Rye b-ball’s proud tradition

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By Jeffrey Ferrier

The bleachers in Kerr Hall gym are full.  The Ryerson men’s basketball team is battling the Queen’s Golden Gaels in their season-opener.  The bass beat that fills the Ryerson gymnasium stops.  To bob Todd, a retired Inco engineer, I suddenly vanish from the east stands, even though I sit next to him.  Shoulders squared and eyes gazing at centre court, Todd loses himself in the moment.

The last item Todd attended a league-opener, he didn’t watch from the bleachers.  It was 31 years ago that the 6’-4” “Tiger” Todd started at forward for the Rams, patrolling the post and defending the boards.

“I used to pull that ball off the rim,” Todd, now 53, says.  “And I was able to get up high enough that I could turn around and hit the guard with a pass before I hit the floor to start a fast break.”

Todd helped the 1966-67 Rams become the first Ryerson team to advance to the Ontario east finals.  That Ryerson team, however, would not be the last.

Ryerson has a tradition of excellence in men’s basketball dating from the early ‘50s.  Legend has it that when Ryerson was still a college, universities like U of T refused to play the basketball team because the Rams were so strong.

Todd is part of that tradition.  A former star with Sudbury High School, he didn’t play varsity ball his first year, choosing instead to focus on his studies.  However, forces beyond Todd’s control would make him wear Ryerson’s white and gold.

“I was fooling around in the gym one day,” he says.  “And the coach at the time, Angelo DiThomas, saw me playing.  I went to the basket and did a two-hand-stuffer.  He liked it.”

Todd played for the Rams during the 1965-66 and 1966-67 seasons.  The team struggled during Todd’s first year of play but flourished in the second, advancing to the Ontario East finals.  There, the Rams were edged out by Waterloo Lutheran, now Wilfrid Laurier University, for the right advance to the Canadian finals.

No Ryerson basketball team had ever advanced so far.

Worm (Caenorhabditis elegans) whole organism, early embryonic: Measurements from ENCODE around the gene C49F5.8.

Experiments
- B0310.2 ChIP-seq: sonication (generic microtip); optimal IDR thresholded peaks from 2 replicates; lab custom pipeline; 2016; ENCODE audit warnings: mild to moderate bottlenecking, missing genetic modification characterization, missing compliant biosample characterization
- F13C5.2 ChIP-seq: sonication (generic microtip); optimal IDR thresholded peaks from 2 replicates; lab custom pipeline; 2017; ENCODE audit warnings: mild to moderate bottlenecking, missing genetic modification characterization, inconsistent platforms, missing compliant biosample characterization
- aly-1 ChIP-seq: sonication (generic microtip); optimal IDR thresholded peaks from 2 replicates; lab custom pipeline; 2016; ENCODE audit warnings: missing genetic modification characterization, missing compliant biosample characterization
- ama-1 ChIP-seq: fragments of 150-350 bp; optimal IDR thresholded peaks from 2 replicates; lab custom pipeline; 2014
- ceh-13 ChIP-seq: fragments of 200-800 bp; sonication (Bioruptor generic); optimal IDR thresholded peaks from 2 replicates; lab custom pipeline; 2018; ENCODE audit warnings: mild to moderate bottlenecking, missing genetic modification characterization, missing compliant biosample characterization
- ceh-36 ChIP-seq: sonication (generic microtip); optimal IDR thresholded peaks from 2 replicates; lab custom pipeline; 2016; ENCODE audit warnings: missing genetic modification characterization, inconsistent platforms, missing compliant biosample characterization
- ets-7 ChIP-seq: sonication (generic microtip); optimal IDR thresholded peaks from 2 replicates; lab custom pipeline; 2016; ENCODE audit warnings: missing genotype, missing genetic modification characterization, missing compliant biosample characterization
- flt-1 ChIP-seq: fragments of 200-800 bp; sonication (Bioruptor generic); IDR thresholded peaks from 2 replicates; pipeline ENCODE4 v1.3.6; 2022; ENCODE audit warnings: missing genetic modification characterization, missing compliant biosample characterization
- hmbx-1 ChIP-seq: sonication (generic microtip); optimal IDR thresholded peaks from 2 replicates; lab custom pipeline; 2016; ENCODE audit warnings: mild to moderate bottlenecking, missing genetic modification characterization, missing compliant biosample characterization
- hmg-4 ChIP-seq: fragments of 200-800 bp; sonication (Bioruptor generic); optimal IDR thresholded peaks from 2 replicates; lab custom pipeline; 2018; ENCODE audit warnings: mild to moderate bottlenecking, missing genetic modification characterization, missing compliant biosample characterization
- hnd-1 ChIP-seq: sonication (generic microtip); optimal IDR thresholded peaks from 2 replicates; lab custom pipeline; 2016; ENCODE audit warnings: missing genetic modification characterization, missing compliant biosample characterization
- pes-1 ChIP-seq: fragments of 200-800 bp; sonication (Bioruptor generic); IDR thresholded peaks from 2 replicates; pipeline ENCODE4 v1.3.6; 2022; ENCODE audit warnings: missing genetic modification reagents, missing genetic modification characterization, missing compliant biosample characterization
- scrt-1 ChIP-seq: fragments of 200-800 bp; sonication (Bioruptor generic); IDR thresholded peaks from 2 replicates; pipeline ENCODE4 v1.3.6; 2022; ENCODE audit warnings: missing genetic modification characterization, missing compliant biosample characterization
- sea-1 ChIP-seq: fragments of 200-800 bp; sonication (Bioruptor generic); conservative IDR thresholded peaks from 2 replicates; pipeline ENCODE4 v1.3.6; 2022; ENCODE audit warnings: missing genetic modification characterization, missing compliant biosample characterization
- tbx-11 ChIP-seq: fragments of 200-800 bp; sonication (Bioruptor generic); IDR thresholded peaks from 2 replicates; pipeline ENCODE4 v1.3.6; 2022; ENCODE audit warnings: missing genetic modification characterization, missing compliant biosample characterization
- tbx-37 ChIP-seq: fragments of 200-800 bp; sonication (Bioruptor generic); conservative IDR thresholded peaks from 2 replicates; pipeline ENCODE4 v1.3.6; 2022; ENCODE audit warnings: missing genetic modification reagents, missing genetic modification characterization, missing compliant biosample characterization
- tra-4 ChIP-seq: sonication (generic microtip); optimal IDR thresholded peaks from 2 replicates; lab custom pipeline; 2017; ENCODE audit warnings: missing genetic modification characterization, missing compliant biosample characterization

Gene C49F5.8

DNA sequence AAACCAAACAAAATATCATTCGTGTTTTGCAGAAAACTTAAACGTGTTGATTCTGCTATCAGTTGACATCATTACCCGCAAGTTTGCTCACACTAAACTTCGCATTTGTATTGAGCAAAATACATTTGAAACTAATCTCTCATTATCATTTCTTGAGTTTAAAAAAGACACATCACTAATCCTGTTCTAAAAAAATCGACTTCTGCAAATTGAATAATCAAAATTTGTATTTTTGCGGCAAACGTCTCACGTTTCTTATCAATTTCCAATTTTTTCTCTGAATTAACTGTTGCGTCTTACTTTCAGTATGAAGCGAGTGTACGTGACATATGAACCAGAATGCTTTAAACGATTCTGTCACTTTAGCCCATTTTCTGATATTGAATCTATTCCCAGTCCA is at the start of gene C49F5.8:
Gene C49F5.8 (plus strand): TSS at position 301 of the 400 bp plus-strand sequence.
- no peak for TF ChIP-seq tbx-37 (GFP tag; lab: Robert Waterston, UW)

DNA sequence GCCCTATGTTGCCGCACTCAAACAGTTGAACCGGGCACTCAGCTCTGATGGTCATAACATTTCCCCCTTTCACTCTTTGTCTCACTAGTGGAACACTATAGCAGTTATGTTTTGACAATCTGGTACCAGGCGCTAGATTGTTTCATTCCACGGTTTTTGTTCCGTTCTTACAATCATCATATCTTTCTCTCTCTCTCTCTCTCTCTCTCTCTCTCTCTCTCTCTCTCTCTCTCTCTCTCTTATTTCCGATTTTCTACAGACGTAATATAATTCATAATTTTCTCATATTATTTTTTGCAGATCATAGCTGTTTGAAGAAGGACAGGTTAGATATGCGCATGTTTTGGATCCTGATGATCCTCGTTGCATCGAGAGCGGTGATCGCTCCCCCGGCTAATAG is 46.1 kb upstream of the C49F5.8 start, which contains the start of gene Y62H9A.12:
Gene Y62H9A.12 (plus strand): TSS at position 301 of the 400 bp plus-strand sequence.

Basketball was big at Ryerson in Todd’s heyday.  About 700 rowdy students would crowd the bleachers and mezzanine at the Ryerson gymnasium for home games.  Busloads of fans would follow the Rams on road trips.

On one road trip, Todd recalls, the Rams opened a double-header by edging the Detroit Institute of Technology.

“I remember walking off the court and looking, up and there were people right up to the ceiling.  Over 16,000 in all.”

The second-half of the double-bill was an NBA match pitting the Detroit Pistons against the San Francisco Warriors.

The earliest Ryerson teams were known simply as the Whites and the Golds.  They became the Rams in 1951 and played solid basketball in local leagues led by “Slender” Steve McCaughey and Coach Ted Toogood.

Ryerson teams were strong well in to the 1960s but struggled through the 1970s.  At one point, the Rams lost 41 consecutive league games, an Ontario University Athletic association record.

The Rams re-emerged as a force during the 1980s.  Phil Row, second-team OUA all-star in the 1984-85, and Jamie Vozkuil, Ryerson’s all time leading scorer guided the team from marginality to respectability.

For current men’s basketball coach Terry Haggerty, the Rams have enjoyed their greatest success ove rhte past eight years.  Haggerty points to recent Ryerson grads Carl Harper (last year’s team captain) and Alex Beason.  Beason holds the OUA record for most points in a season (401), and most points in a single game (52 in 1994 against Laurentian).  These two players have led Ryerson teams to seven consecutive berths in the OUA playoffs and to the finals in 1993-94 and 1994-95.


Back at Kerr Hall, the Rams trail Queen’s 25-10 midway through the first half.  Haggerty gets his men to play the full-court press in an attempt to steal momentum for the Golden Gaels.

Bob Todd likes Ryerson’s chances.

“This Ryerson team deserves good support,” he says.  “Ryerson is strong, real strong.  Aggressive defence, good rebounding.  IF the Rams shoot from the outside and set up good picks more consistently, you never know.”

And who am I to argue with the Tiger?

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